Saturday, April 28, 2007


This is a totally useless article. I suggest stop reading right now and come back to this column next week. Have a nice weekend. If you are still with me, this article deals with the question of whether it is possible that a diamond polishing plant operated by the Hezbollah in southern Lebanon and would-be-again diamond miner Alan Bond may be facing similar legal and reputational challenges in marketing their output.

That sounds like a weird question, and it is hard to give an explicit answer – unless one goes by the letter and the spirit of international anti-money laundering laws, which, increasingly, have become an inherent part of the diamond industry’s compliance environment.

Let’s first take a look at Alan Bond, the flamboyant entrepreneur who also has a well-established criminal record. Bond, the business tycoon (from owning media to almost everything else) who in the early 1980’s was a five percent owner of the Argyle mine project in Australia, is again looking for a future in diamonds.

Says the Financial Times this week: “Alan Bond, the disgraced Australian businessman and American Cup winner, is looking at ways to raise money in London for an African diamond mining project, including a reverse take-over of AIM-listed River diamonds.” The paper wrote this quite matter-of-factly on the front-page of its companies’ section. The project it is referring to is the Kao diamond project in the Kingdom of Lesotho. Alan Bond’s Lesotho Diamond Company controls 93 percent of the project, which – he claims – may produce a total of five million carats during the next 10 years.

The Kao project, reputedly discovered in 1972 by U.S. explorers, has attracted the interest of many companies over the years, only for the companies to be put off by political uncertainty and technical difficulties. The last public company to be associated with the project before it caught Bond’s fancy was the controversial Canadian miner Diamond Works, which farmed into the Kao pipe in early 1998.

The Financial Times tried to be “nice” to Mr. Bond (who celebrated his 69th birthday this week) by merely calling him “disgraced.” It would be far more accurate to describe him as a convicted criminal who has admitted committing the largest corporate fraud in Australia’s history; this occurred many years before the world started to get used to Enron-type of swindles. Convicted to serve a seven-year jail term in 1997, the then ex-tycoon secured his release after only serving four years, when his lawyers caught a legal technicality that invalidated a judgment on appeal, which had handed out the sentence.

The fraud he committed “only” involved some A$1.2 billion – a colossal amount in the early 1990’s and, actually, still a gigantic sum in contemporary terms. You really must know what you are doing if you want to defraud the public of this kind of money.

The jail sentence was also related to an art swindle centering on the purchase of Vincent van Gogh’s “Irises” painting for $54 million — at the time a world record for a single painting. Bond had borrowed the money from Sotheby’s – but then simply reneged on his commitments and refused the payment, forcing Sotheby to sell the painting to a third party.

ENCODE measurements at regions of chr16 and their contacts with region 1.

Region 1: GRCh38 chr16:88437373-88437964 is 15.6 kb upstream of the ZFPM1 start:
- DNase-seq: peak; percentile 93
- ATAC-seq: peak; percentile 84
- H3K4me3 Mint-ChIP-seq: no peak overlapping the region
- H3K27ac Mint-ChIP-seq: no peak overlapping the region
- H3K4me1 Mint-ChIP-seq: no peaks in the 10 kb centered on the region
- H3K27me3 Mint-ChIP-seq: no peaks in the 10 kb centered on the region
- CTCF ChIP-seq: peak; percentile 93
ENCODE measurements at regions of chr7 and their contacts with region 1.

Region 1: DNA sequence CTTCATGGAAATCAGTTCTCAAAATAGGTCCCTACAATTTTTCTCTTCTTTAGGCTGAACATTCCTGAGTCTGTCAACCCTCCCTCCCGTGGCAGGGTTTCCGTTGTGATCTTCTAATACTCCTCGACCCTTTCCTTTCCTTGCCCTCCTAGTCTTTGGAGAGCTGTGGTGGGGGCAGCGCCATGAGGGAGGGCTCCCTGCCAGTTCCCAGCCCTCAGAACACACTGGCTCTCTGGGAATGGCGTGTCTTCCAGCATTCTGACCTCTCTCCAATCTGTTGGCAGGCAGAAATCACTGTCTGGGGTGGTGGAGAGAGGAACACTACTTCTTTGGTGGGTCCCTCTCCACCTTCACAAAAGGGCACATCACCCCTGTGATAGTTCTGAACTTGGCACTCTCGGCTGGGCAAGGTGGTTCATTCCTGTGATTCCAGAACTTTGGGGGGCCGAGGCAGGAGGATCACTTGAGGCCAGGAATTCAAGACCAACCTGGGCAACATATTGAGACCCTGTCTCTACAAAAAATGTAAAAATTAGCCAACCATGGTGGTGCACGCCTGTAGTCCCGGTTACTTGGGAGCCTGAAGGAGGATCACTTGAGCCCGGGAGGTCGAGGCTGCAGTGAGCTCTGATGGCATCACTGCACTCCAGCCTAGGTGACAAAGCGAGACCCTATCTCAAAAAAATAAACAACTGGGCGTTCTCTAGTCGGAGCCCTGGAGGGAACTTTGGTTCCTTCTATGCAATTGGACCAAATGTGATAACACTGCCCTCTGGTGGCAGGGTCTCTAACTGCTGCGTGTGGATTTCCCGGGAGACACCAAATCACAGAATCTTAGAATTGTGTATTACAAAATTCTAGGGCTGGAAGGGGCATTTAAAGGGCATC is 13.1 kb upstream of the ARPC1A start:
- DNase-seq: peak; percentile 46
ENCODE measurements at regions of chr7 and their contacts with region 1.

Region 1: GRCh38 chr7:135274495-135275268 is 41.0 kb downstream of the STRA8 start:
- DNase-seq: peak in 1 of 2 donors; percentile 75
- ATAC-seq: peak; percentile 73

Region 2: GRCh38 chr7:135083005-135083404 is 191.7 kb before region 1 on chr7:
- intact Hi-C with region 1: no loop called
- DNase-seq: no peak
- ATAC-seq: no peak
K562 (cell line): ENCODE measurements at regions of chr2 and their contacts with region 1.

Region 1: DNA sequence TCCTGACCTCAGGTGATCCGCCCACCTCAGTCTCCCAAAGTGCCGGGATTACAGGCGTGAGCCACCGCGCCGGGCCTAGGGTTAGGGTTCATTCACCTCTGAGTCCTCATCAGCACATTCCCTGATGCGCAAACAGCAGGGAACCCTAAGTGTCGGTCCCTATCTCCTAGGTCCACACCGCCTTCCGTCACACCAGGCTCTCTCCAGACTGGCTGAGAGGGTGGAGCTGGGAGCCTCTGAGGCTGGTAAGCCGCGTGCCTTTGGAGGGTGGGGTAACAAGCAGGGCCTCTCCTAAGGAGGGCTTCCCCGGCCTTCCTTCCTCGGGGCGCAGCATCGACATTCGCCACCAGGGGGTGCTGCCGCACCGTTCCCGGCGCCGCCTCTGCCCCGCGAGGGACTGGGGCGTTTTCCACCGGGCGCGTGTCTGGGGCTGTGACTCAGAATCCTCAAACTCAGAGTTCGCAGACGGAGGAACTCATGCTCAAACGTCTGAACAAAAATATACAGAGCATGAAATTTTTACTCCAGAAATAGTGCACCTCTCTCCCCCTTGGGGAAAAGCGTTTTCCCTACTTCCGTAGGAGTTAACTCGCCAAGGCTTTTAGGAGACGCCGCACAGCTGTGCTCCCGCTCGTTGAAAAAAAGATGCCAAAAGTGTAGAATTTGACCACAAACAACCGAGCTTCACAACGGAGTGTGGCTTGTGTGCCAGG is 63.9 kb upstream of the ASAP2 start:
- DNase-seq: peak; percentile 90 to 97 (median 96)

Some five years before going to jail, Bond himself went bankrupt. Poor guy. But don’t worry too much, as at some point, in 1995, his offshore family trust (that apparently remained untouchable and outside the bankruptcy) was willing to allocate $12 million to make a settlement with creditors who were owed $1.8 billion. The creditors ended up getting an extreme pittance, something like half-a-cent to the dollar, in a settlement that enabled Bond to get out of the bankruptcy.

Bond very much wants to take the Lesotho Diamond Company public and he is trying to achieve that through a reverse take-over through an existing listed company (River Diamonds, which has properties in Sierra Leone and Brazil). Some people – including some journalists – seem to have a very short memory.

Financial Markets Refused to Deal with Bond

It is exactly three years ago, around April 2004, that Alan Bond's Lesotho Diamond Corporation unsuccessfully approached at least 10 London brokers in a bid to complete a £30 million float in the London market. The London Times then conjectured that Bond's links to Lesotho Diamond Corp as a consultant and the size of his shareholding had dampened broker enthusiasm;a float on the Alternative Investment Market (AIM) had subsequently been pushed back initially by six months – but that delay has lasted until this very day.

At the time Bond served formally “only” as a consultant to the company, though he also had intimated that the always present offshore Bond family trust controlled sufficient shares for it to remain 30 percent shareholder of the company after the then contemplated float. (His son Craig also sits on the board of the Gibraltar-registered Lesotho Diamond Corporation.) The Financial Times says that Bond today owns 40 percent of the company, with RAB capital (a hedge fund) holding an additional 10 percent.

It clearly seems that the present contemplated reverse take-over of River Diamonds is just another way to go public – after failing to find backing for his own straightforward bid. Mining consultants SRK value the Kao project at US$250 million, making it a quite a substantial property. Actually, the projected production figures have recently jumped.

Swiss Governmental AML/CFT Progress Report

Before elaborating on the question put at the outset on the challenges facing both Bond and Hezbollah diamond manufacturers, a quick word about this week’s Swiss government annual Anti-Money Laundering (AML) and Terrorist Financing (CFT) report – a progress report on that country’s adherence to the relevant compliance laws. The Swiss government reports an increase in the “quality” of the suspicious activities reports filed by mostly the large private banking institutions and by major foreign banks.